technologies to solve customer-specific problems, I’m really intrigued,”
Kitchen adds. “Even more
intrigued when I found out [AquaFinesse] is environmentally friendly. We spent
a tremendous amount of time making sure the science backed up the claims being
Another part of Kitchen’s vision for Clearon is to diversify
across industries and product lines.
“We have all of
the core competencies, not just as a dichlor and trichlor manufacturer, but also
being the best supplier into the rec water market of a variety of chemistries,
as well as being a premiere company globally in specialty chemicals,” Kitchen
says. “When you’re one
company and you participate largely in one region, that can present challenges
from a risk standpoint. We’re going across markets. We’re building on that
legacy in rec water.”
Brandon Bellah joined Clearon as its vice president of sales and marketing last May. One of the reasons he came to the company was the vision that Kitchen laid out — and Kitchen himself.
“He has the
most unique leadership style of anyone I’ve had the pleasure of working for,”
Bellah says. He says Kitchen engages each employee monthly in what he describes
as town-hall sessions. “He’ll
run these back-to-back-to-back,” Bellah says. “To the point where he’s giving up weekends to make sure he hits
every shift and every worker. He allows them to engage directly with him and
ask questions about the company. I’ve never seen a CEO have that level of
interaction. He’s not a guy hiding up in his tower — he’s the guy who’s going
to go roll up his sleeves and get in there with you. I think when you’re
transforming a company, you really need that style of leadership.”
Clearon’s first major new product announcement since the
acquisition of AquaFinesse is the release of its Clear Gold tablet. Taking the
high-quality trichlor of Clearon and patented AquaFinesse formulation in a true
with a lot of people who are using it, and the thing that they love is it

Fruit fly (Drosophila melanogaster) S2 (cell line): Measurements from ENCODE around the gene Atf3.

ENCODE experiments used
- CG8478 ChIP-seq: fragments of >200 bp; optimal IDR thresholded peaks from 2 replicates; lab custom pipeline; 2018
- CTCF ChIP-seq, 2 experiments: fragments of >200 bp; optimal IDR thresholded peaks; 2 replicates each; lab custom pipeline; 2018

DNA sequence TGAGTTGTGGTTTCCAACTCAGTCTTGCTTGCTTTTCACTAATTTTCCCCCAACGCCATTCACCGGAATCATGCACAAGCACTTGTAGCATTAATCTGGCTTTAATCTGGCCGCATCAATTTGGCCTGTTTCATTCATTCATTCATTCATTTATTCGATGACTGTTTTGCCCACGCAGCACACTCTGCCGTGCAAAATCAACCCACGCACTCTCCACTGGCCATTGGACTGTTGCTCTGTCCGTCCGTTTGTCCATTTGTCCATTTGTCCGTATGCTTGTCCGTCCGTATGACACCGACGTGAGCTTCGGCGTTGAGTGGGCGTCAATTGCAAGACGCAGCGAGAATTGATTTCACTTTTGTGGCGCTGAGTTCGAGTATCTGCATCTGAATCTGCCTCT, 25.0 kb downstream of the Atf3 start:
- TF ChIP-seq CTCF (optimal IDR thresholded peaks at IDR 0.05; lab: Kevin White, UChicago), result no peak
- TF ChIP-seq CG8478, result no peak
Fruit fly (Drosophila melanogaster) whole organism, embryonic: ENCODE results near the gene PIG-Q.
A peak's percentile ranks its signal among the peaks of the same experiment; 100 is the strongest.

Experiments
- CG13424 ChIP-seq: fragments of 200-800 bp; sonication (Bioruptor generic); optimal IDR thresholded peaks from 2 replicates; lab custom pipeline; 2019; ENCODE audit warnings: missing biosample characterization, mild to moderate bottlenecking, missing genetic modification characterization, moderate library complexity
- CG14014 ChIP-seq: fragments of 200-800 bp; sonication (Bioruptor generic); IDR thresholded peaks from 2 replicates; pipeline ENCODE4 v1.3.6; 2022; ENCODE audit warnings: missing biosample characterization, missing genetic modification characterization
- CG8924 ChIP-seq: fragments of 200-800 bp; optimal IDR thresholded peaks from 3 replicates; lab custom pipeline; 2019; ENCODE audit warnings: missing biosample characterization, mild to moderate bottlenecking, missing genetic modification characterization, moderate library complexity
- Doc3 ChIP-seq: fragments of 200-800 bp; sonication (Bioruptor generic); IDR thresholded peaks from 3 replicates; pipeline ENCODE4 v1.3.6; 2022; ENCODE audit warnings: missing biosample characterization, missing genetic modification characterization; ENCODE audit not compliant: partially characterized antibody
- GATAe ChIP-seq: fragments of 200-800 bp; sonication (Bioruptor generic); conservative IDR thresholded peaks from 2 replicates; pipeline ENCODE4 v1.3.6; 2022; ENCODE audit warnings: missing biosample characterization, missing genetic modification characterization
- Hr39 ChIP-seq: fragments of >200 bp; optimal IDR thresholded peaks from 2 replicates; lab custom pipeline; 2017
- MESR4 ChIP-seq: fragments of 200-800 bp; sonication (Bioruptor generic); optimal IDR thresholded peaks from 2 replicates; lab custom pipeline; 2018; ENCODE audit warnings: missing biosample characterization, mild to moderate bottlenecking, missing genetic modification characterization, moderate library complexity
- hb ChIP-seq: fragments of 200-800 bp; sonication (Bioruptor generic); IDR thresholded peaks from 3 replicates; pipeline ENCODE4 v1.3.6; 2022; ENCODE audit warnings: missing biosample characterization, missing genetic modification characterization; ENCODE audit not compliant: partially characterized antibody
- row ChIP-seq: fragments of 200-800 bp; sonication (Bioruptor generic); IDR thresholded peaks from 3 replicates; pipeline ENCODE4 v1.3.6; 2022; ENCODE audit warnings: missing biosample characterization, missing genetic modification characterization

simplifies their life,” Bellah says. “With this tablet, you’re able to treat your pool faster, better,
more effectively and the amount of stuff that this takes care of, prevents,
clears up — it’s just unbelievable.” He adds that, in addition to making the
life of the homeowner easier, it can also save service professionals time. “That technology allows [service
pros] to become more efficient and increase productivity, which helps [them]
get more value or return on [their] investment.”
The tablet controls biofilm, algae and fungi, and is also a
clarifier, pH buffer, sanitizer, corrosion inhibitor and scale inhibitor. One
tablet once a week treats 10,000 gallons.
“When we first
took it to the EPA, the list of claims that they said we could make was
staggering,” Bellah says. “The
reason we called it gold is because we view this as the new gold standard.”
Bellah says a number of products and technologies will follow, in recreational
water and beyond.
“It’s a vision
that was laid out by our CEO,” he says. “He’s done an excellent job assembling a great team that can execute
Kitchen and his team are building on Clearon’s 60 years of
success and on what de Rijk developed from his own dirty hot tub and tenacity. “Rarely in your life do you meet somebody
like Jan,” Kitchen says. “He
loves what he does, he loves his company and he loves who he works with.”
This partnership gives de Rijk, the architect cum biofilm expert,
the chance to continue innovating, developing solutions for industries beyond
hot tubs and pools.
“Actually, it’s an amazing story,” de Rijk says. “I experienced it, but if someone else would have told me, I would have said ‘This is a boy’s dream.’”